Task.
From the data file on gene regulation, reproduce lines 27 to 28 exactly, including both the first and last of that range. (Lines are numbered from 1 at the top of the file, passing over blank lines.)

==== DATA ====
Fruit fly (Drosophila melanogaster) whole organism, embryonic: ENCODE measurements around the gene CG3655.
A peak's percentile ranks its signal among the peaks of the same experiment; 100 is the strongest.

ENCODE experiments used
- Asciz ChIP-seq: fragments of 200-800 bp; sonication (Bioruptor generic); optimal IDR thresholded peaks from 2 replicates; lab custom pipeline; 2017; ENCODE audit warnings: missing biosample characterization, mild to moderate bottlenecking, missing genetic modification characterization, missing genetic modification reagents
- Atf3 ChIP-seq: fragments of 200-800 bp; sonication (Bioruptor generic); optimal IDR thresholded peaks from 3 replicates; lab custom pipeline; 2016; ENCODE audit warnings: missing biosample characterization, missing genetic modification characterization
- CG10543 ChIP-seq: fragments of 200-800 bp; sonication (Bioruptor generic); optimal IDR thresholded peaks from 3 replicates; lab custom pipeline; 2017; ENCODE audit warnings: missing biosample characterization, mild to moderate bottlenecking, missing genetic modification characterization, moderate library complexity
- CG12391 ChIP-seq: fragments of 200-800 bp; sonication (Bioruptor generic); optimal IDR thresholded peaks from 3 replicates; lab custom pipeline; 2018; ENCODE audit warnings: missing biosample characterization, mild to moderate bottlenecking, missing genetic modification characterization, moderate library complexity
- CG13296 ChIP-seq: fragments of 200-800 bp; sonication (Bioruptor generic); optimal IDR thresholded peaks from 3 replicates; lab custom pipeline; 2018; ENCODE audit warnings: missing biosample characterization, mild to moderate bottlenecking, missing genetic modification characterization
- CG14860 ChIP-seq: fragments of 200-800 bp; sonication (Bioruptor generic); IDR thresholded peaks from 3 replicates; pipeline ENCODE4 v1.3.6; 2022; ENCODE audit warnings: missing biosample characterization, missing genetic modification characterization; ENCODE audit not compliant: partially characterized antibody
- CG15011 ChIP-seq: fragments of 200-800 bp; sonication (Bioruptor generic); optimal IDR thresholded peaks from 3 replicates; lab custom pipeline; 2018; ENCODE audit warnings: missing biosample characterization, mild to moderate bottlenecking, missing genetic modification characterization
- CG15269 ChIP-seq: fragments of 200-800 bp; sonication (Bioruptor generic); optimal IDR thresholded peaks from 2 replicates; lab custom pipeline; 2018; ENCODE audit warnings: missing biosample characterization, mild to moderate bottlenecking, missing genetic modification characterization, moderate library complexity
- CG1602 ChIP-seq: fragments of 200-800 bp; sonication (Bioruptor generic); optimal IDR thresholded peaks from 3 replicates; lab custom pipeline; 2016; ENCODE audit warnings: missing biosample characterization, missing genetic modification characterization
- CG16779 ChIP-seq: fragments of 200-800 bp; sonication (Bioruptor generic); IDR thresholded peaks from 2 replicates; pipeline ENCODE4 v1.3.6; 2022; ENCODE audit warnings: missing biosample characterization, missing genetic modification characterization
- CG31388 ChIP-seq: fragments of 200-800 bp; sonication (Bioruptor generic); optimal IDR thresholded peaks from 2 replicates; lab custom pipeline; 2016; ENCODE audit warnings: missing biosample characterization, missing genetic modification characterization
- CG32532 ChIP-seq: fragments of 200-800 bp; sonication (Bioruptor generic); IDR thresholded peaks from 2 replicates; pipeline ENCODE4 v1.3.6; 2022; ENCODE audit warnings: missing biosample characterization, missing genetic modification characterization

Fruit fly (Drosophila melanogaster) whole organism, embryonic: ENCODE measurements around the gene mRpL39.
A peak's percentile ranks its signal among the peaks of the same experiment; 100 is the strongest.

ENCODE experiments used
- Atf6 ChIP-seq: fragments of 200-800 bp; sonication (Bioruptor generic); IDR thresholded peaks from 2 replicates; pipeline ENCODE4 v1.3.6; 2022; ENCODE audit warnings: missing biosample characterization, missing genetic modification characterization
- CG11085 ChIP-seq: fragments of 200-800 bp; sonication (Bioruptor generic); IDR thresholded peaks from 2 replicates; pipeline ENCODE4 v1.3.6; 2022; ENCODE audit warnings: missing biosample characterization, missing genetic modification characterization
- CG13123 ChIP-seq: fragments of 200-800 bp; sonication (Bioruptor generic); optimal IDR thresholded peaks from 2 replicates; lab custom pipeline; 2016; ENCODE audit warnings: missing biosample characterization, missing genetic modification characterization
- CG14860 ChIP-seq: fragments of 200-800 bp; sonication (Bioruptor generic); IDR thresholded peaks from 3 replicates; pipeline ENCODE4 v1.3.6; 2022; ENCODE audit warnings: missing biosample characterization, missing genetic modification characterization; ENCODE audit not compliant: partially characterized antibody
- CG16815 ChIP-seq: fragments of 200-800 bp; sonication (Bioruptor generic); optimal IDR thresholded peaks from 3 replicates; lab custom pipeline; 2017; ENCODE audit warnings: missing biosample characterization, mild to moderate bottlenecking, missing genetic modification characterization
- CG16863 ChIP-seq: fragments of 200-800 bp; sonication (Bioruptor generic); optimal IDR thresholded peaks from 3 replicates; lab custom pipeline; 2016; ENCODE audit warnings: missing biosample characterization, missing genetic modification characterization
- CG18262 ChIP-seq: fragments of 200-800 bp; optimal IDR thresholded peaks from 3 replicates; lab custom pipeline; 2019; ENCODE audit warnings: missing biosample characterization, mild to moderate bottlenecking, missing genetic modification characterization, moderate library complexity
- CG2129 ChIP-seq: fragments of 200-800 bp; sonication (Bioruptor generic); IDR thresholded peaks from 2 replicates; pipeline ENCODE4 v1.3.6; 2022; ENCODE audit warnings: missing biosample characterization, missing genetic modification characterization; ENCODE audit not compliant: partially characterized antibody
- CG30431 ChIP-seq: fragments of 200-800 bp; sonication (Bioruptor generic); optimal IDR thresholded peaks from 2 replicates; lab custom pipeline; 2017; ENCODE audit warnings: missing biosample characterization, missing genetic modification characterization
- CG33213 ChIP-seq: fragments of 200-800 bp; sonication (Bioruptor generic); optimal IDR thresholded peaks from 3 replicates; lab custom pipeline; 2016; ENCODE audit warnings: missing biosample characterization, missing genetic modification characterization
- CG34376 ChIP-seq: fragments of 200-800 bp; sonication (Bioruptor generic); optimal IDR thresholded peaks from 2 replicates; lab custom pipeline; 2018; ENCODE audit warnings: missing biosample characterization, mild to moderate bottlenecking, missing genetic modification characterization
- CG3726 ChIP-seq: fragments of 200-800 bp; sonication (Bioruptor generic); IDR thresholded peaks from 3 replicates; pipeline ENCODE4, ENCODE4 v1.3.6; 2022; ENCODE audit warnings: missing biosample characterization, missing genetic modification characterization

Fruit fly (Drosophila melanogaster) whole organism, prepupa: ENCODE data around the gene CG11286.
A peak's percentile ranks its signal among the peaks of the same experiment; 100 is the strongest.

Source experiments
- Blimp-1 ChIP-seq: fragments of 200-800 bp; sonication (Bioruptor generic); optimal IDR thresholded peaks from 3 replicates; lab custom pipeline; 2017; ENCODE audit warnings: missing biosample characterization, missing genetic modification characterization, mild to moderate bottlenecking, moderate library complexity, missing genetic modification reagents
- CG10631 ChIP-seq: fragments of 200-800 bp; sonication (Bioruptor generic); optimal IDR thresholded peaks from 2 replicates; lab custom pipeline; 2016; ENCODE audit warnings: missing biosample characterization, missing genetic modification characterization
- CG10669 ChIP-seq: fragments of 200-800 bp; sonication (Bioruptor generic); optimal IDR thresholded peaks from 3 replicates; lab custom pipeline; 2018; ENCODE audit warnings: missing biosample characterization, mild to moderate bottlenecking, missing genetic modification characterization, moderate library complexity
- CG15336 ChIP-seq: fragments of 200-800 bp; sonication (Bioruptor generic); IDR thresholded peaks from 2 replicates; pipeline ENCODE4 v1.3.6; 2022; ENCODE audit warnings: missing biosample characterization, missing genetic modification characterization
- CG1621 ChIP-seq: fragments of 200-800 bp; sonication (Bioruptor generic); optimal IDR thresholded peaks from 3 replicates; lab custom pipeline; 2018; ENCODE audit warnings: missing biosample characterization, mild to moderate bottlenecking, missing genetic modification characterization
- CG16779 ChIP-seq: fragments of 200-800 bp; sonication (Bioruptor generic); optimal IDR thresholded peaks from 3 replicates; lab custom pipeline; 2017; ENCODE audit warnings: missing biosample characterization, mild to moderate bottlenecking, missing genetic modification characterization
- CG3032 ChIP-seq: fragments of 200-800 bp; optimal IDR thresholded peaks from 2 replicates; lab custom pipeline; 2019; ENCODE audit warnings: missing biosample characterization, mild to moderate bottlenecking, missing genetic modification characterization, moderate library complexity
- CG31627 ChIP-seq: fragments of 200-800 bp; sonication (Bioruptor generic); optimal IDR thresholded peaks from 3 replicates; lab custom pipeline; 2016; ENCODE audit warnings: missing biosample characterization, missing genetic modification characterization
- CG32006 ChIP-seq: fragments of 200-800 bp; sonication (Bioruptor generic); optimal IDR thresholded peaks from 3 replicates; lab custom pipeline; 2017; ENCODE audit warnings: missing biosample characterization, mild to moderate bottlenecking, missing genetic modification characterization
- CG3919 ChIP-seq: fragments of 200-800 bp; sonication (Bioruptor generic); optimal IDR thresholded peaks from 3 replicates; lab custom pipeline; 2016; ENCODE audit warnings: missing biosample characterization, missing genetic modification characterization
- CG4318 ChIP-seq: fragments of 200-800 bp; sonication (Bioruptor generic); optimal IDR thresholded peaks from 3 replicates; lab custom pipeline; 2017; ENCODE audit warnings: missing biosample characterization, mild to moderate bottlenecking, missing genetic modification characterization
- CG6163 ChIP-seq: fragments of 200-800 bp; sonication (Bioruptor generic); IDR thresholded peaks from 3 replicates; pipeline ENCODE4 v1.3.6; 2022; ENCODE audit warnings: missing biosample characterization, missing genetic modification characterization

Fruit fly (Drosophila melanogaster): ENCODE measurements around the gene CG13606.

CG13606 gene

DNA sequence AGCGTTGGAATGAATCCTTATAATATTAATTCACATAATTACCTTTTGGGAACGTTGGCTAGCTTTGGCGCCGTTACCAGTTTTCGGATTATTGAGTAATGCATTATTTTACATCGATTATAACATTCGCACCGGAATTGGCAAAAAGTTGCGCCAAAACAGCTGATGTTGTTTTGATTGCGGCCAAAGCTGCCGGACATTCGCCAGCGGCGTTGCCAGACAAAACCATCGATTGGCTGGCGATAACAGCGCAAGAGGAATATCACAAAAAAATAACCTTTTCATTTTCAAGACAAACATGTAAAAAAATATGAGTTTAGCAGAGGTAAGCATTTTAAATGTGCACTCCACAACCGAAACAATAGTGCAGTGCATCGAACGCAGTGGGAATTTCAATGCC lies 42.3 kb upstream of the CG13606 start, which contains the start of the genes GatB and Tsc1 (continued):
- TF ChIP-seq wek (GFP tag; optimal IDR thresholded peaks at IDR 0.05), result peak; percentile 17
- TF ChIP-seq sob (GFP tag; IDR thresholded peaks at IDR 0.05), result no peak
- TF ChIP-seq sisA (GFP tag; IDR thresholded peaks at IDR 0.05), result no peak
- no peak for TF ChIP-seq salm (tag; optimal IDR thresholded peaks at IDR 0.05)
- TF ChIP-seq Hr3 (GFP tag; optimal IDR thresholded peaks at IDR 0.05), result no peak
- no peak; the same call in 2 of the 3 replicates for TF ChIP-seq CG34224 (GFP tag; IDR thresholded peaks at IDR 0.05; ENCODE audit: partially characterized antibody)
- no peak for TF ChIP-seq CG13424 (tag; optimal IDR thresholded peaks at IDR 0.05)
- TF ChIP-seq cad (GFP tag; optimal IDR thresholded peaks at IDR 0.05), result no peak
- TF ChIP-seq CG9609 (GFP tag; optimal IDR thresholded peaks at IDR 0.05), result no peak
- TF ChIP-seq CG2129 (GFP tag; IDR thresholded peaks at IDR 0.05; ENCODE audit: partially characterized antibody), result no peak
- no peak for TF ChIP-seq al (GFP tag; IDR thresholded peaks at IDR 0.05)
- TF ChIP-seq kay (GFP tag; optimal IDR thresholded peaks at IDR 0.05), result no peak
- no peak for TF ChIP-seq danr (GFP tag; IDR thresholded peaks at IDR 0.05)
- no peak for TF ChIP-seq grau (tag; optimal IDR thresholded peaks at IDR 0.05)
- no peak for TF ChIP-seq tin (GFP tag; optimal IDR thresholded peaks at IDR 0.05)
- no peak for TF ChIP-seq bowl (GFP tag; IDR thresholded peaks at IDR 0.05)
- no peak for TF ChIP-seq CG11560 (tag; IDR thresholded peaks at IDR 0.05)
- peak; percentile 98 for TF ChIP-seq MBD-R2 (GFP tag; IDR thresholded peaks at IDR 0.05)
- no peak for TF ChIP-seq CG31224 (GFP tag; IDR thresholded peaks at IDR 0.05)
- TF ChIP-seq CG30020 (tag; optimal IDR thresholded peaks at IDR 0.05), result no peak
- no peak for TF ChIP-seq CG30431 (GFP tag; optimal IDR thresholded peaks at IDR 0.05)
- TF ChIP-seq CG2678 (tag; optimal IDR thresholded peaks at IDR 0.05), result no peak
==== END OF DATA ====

- CG30431 ChIP-seq: fragments of 200-800 bp; sonication (Bioruptor generic); optimal IDR thresholded peaks from 2 replicates; lab custom pipeline; 2017; ENCODE audit warnings: missing biosample characterization, missing genetic modification characterization
- CG33213 ChIP-seq: fragments of 200-800 bp; sonication (Bioruptor generic); optimal IDR thresholded peaks from 3 replicates; lab custom pipeline; 2016; ENCODE audit warnings: missing biosample characterization, missing genetic modification characterization